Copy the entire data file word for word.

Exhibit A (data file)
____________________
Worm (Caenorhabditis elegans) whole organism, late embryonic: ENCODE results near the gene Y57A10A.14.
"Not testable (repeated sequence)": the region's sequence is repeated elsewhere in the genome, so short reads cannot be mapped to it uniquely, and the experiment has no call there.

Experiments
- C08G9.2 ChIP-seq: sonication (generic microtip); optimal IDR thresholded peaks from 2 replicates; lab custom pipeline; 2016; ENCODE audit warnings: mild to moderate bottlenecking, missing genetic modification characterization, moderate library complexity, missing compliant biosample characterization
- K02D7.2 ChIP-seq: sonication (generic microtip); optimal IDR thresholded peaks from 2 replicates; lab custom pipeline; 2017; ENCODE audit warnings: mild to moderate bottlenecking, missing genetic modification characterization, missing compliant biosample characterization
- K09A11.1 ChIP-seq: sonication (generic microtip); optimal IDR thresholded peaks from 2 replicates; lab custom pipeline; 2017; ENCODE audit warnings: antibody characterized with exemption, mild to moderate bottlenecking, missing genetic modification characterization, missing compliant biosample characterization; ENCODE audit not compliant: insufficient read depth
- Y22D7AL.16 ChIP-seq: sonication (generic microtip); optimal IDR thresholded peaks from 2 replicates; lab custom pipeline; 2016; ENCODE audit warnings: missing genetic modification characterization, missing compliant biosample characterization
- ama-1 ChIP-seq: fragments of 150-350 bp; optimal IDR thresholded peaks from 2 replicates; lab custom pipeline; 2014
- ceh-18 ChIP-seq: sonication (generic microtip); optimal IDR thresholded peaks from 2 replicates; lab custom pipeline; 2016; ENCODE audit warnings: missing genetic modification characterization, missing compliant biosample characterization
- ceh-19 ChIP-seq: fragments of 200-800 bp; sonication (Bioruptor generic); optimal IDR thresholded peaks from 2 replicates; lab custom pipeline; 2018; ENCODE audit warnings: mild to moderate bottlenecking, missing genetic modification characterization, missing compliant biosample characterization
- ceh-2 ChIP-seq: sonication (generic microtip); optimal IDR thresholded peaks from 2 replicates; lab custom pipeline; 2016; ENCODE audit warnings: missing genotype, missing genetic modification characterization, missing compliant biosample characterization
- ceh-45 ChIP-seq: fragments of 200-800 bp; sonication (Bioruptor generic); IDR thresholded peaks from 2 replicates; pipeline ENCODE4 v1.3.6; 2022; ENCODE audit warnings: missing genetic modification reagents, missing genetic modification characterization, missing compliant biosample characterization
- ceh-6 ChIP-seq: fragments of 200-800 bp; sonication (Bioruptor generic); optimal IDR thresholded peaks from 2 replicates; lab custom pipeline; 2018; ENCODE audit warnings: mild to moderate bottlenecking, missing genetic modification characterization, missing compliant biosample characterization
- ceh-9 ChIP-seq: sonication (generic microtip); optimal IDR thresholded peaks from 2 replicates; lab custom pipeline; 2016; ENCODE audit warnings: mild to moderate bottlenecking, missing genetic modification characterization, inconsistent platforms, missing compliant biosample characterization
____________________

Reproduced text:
Worm (Caenorhabditis elegans) whole organism, late embryonic: ENCODE results near the gene Y57A10A.14.
"Not testable (repeated sequence)": the region's sequence is repeated elsewhere in the genome, so short reads cannot be mapped to it uniquely, and the experiment has no call there.

Experiments
- C08G9.2 ChIP-seq: sonication (generic microtip); optimal IDR thresholded peaks from 2 replicates; lab custom pipeline; 2016; ENCODE audit warnings: mild to moderate bottlenecking, missing genetic modification characterization, moderate library complexity, missing compliant biosample characterization
- K02D7.2 ChIP-seq: sonication (generic microtip); optimal IDR thresholded peaks from 2 replicates; lab custom pipeline; 2017; ENCODE audit warnings: mild to moderate bottlenecking, missing genetic modification characterization, missing compliant biosample characterization
- K09A11.1 ChIP-seq: sonication (generic microtip); optimal IDR thresholded peaks from 2 replicates; lab custom pipeline; 2017; ENCODE audit warnings: antibody characterized with exemption, mild to moderate bottlenecking, missing genetic modification characterization, missing compliant biosample characterization; ENCODE audit not compliant: insufficient read depth
- Y22D7AL.16 ChIP-seq: sonication (generic microtip); optimal IDR thresholded peaks from 2 replicates; lab custom pipeline; 2016; ENCODE audit warnings: missing genetic modification characterization, missing compliant biosample characterization
- ama-1 ChIP-seq: fragments of 150-350 bp; optimal IDR thresholded peaks from 2 replicates; lab custom pipeline; 2014
- ceh-18 ChIP-seq: sonication (generic microtip); optimal IDR thresholded peaks from 2 replicates; lab custom pipeline; 2016; ENCODE audit warnings: missing genetic modification characterization, missing compliant biosample characterization
- ceh-19 ChIP-seq: fragments of 200-800 bp; sonication (Bioruptor generic); optimal IDR thresholded peaks from 2 replicates; lab custom pipeline; 2018; ENCODE audit warnings: mild to moderate bottlenecking, missing genetic modification characterization, missing compliant biosample characterization
- ceh-2 ChIP-seq: sonication (generic microtip); optimal IDR thresholded peaks from 2 replicates; lab custom pipeline; 2016; ENCODE audit warnings: missing genotype, missing genetic modification characterization, missing compliant biosample characterization
- ceh-45 ChIP-seq: fragments of 200-800 bp; sonication (Bioruptor generic); IDR thresholded peaks from 2 replicates; pipeline ENCODE4 v1.3.6; 2022; ENCODE audit warnings: missing genetic modification reagents, missing genetic modification characterization, missing compliant biosample characterization
- ceh-6 ChIP-seq: fragments of 200-800 bp; sonication (Bioruptor generic); optimal IDR thresholded peaks from 2 replicates; lab custom pipeline; 2018; ENCODE audit warnings: mild to moderate bottlenecking, missing genetic modification characterization, missing compliant biosample characterization
- ceh-9 ChIP-seq: sonication (generic microtip); optimal IDR thresholded peaks from 2 replicates; lab custom pipeline; 2016; ENCODE audit warnings: mild to moderate bottlenecking, missing genetic modification characterization, inconsistent platforms, missing compliant biosample characterization